- His words were corroborated by his successor, Alain Maingreaud, who said that despite the growth, the global duty-free market is facing many threats, including the "increasingly draconian policies around the sale of alcohol and tobacco products."
- With consumers becoming increasingly tech-savvy and prices no longer being as attractive as they once were, the duty-free liquor industry is attempting to draw more consumers by providing enhanced and luxurious shopping experiences, with better service, convenience, exclusivity, and high-end product merchandising.
- Consumers are also integrating their shopping experiences at duty-free shops with third-party online platforms, such as Alibaba's pre-travel duty-free platform, WeChat, Jessica's Secret, among others. Kian Gould, the CEO and Founder of AOE, believes that integrating these third-party vendors into retail travel ecosystems will change the industry.
- Mark Childerhouse, the Director at Pioneer Group, states that personalization and making high-end shopping and attainable luxury for travelers are the biggest trends in airports for 2020. He further adds that shops need to focus on delivering experiences that are either super convenient or a luxurious experience. For reference, airports accounted for three-fourths of the global duty-free liquor market revenue in 2019.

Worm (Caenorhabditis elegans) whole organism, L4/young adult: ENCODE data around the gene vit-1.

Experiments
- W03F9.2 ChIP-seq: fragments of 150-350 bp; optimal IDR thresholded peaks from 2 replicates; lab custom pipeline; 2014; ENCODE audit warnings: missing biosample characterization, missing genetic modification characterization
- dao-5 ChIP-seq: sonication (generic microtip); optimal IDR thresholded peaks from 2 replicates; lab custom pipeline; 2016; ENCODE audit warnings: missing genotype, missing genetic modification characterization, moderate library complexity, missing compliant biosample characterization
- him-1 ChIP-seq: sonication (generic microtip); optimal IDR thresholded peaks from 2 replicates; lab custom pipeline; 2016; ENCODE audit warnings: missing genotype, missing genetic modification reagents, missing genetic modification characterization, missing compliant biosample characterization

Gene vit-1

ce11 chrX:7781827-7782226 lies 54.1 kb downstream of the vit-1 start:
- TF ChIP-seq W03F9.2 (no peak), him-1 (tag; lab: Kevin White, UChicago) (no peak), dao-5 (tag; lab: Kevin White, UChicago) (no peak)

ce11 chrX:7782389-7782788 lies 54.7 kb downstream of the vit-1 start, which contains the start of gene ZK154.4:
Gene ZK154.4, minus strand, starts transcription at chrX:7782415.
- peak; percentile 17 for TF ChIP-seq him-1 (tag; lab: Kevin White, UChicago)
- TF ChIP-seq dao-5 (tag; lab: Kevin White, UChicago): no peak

- For example, Mumbai Duty Free trains its front staff at arrival and departure terminals to take feedback from customers on a list of questions to collect data and accordingly devise marketing strategies. Another duty-free shop trying to improve customers' experience is the Munich Airport, which recently introduced smart checkouts, allowing customers to pay for items using their smartphones.
- While travelers plan their purchases before arriving at the duty-free store, they may still be undecided when it comes to specific spirit purchases, particularly Armagnac, brandy, and Cognac. The TFWA estimates that around 33% only make their mind when they are in the store, which makes the experience even more important.
- The Quarterly Global Shopping Monitor 2019 showed that the new approach is generating positive results. The global customer satisfaction index has been increasing over the last two years, and 45% of the duty-free consumers that interact with staff (48%) made a purchase. The service level loses only to value for money in terms of impacting overall satisfaction, while the atmosphere/design of the shop was ranked forth.